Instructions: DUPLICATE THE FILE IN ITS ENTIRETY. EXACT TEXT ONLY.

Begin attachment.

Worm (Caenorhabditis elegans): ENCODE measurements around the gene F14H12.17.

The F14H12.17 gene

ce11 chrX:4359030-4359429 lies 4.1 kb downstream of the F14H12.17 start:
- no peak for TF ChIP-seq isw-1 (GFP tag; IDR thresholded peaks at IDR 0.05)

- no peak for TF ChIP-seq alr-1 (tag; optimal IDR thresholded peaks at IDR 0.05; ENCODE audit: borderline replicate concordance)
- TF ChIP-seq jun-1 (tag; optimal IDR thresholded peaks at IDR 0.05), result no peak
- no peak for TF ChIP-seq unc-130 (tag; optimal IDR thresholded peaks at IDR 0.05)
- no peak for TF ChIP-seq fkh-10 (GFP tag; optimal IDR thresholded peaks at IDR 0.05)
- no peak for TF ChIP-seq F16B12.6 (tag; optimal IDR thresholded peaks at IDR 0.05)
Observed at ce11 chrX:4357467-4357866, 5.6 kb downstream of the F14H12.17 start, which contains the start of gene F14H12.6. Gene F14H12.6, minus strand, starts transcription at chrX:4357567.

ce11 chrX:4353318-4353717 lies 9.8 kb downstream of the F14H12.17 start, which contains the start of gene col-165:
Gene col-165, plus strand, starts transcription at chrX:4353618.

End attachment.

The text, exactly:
Worm (Caenorhabditis elegans): ENCODE measurements around the gene F14H12.17.

The F14H12.17 gene

ce11 chrX:4359030-4359429 lies 4.1 kb downstream of the F14H12.17 start:
- no peak for TF ChIP-seq isw-1 (GFP tag; IDR thresholded peaks at IDR 0.05)

- no peak for TF ChIP-seq alr-1 (tag; optimal IDR thresholded peaks at IDR 0.05; ENCODE audit: borderline replicate concordance)
- TF ChIP-seq jun-1 (tag; optimal IDR thresholded peaks at IDR 0.05), result no peak
- no peak for TF ChIP-seq unc-130 (tag; optimal IDR thresholded peaks at IDR 0.05)
- no peak for TF ChIP-seq fkh-10 (GFP tag; optimal IDR thresholded peaks at IDR 0.05)
- no peak for TF ChIP-seq F16B12.6 (tag; optimal IDR thresholded peaks at IDR 0.05)
Observed at ce11 chrX:4357467-4357866, 5.6 kb downstream of the F14H12.17 start, which contains the start of gene F14H12.6. Gene F14H12.6, minus strand, starts transcription at chrX:4357567.

ce11 chrX:4353318-4353717 lies 9.8 kb downstream of the F14H12.17 start, which contains the start of gene col-165:
Gene col-165, plus strand, starts transcription at chrX:4353618.